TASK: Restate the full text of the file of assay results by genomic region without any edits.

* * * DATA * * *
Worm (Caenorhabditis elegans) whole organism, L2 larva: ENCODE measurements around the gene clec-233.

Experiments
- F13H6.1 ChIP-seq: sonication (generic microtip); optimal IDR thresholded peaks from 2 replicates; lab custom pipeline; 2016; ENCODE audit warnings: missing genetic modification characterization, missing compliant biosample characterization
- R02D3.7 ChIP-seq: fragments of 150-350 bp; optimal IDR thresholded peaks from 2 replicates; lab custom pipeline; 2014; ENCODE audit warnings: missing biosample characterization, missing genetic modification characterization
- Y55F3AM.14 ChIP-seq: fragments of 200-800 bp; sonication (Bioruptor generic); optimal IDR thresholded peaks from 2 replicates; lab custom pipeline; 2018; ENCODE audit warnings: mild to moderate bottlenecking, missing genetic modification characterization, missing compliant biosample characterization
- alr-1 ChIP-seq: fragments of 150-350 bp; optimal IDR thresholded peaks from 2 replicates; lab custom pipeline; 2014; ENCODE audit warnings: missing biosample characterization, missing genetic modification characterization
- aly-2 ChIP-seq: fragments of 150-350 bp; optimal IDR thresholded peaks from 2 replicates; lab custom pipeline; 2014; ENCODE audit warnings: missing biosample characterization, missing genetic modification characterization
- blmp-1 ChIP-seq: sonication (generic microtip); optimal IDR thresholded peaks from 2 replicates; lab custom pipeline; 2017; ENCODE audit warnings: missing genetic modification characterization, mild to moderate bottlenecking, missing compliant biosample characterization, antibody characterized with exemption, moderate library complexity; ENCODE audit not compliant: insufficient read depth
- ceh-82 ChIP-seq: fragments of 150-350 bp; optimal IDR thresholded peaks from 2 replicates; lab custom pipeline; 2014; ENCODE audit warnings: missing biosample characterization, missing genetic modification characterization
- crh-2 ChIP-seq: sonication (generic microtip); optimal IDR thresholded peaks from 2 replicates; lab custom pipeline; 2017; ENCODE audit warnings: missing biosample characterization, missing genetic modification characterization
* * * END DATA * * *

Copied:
Worm (Caenorhabditis elegans) whole organism, L2 larva: ENCODE measurements around the gene clec-233.

Experiments
- F13H6.1 ChIP-seq: sonication (generic microtip); optimal IDR thresholded peaks from 2 replicates; lab custom pipeline; 2016; ENCODE audit warnings: missing genetic modification characterization, missing compliant biosample characterization
- R02D3.7 ChIP-seq: fragments of 150-350 bp; optimal IDR thresholded peaks from 2 replicates; lab custom pipeline; 2014; ENCODE audit warnings: missing biosample characterization, missing genetic modification characterization
- Y55F3AM.14 ChIP-seq: fragments of 200-800 bp; sonication (Bioruptor generic); optimal IDR thresholded peaks from 2 replicates; lab custom pipeline; 2018; ENCODE audit warnings: mild to moderate bottlenecking, missing genetic modification characterization, missing compliant biosample characterization
- alr-1 ChIP-seq: fragments of 150-350 bp; optimal IDR thresholded peaks from 2 replicates; lab custom pipeline; 2014; ENCODE audit warnings: missing biosample characterization, missing genetic modification characterization
- aly-2 ChIP-seq: fragments of 150-350 bp; optimal IDR thresholded peaks from 2 replicates; lab custom pipeline; 2014; ENCODE audit warnings: missing biosample characterization, missing genetic modification characterization
- blmp-1 ChIP-seq: sonication (generic microtip); optimal IDR thresholded peaks from 2 replicates; lab custom pipeline; 2017; ENCODE audit warnings: missing genetic modification characterization, mild to moderate bottlenecking, missing compliant biosample characterization, antibody characterized with exemption, moderate library complexity; ENCODE audit not compliant: insufficient read depth
- ceh-82 ChIP-seq: fragments of 150-350 bp; optimal IDR thresholded peaks from 2 replicates; lab custom pipeline; 2014; ENCODE audit warnings: missing biosample characterization, missing genetic modification characterization
- crh-2 ChIP-seq: sonication (generic microtip); optimal IDR thresholded peaks from 2 replicates; lab custom pipeline; 2017; ENCODE audit warnings: missing biosample characterization, missing genetic modification characterization